To use your mobile for taking pictures, don’t need to be hard!

I will over two article give you ten tips how to taking pictures in low light with your mobile phone.

Technical primer: Understanding exposure

Before we begin, you should understand the two main variables affect exposure (how bright the image appears) on your phone: shutter speed and ISO.

The shutter controls how long light hits the sensor. The longer the shutter is open, the brighter an image will be. However, you run the risk of blurring the image due to movement.

The ISO value, on the other hand, determines the sensor’s electronic sensitivity to light. Higher ISOs allow you to brighten an image without changing the shutter speed, but always at the expense of a noisier image.

1) Expose correctly from the start

Make sure you tap on the subject on your phone’s screen, so the camera sets the proper exposure (and focus).

If you need to, use the exposure compensation tools on your phone to get things just right; low light photos are less malleable for edits later, so make sure your subject is properly illuminated from the get-go.

2) Go manual

If you want to get the most of your images, learn to manually adjust settings such as the shutter speed and ISO.

Many Android and Windows phones have a manual mode option built-in, whereas there are a plethora of apps on iOS (VSCO, Manual, and Obscura are some good ones) that let you do the same.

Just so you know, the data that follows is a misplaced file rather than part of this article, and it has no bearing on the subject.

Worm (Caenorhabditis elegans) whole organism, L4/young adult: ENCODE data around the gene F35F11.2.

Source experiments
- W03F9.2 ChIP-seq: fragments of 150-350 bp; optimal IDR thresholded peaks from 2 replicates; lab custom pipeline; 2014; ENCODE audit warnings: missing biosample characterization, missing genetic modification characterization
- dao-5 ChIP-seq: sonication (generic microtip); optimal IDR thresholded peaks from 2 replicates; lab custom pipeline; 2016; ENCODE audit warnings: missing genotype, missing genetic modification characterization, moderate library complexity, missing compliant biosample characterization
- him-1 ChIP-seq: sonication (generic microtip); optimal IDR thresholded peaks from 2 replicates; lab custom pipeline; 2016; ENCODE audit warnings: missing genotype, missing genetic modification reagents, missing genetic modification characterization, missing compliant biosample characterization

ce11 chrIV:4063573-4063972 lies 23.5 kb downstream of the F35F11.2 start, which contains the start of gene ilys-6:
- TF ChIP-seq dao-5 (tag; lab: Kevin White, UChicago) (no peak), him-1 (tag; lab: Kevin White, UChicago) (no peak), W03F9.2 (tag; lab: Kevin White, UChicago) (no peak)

3) Keep your shutter open as long as reasonable

Since the ISO value directly determines how noisy an image is and apertures are fixed on smartphones, leaving the shutter open longer is your only option for getting cleaner images at a given exposure.

The longer the shutter speed, however, the more movement will be blurred, so this technique is best for static subjects – unless you want motion blur for artistic effect.

Theoretically, a long enough shutter speed could result in nighttime photos as noise-free as those taken during the day. In fact, extending the shutter period is precisely how optical image stabilisation works, which brings us to the next point.

4) Stabilise your shot

Lean on a stable surface to stabilise your shot whenever possible. Even if your phone already has optical image stabilisation, this allows it to use an even longer shutter speed and/or lower ISO settings without your hand’s shakiness interfering.

If you want to be serious, carry a small phone tripod for phones in your bag. If you’re shooting in manual mode, you can even set the shutter speed long enough for cool light trails.

5) Use environmental light to your advantage

Small lighting changes can make a big difference in your final image. When taking photos in low light, use whatever light that is available to illuminate your subjects.

Brighter objects show less noise, so if photographing people, make sure the light is hitting their face, not their backs – it can be as simple as asking someone to turn their body slightly to the side.

Read tips 6-10 here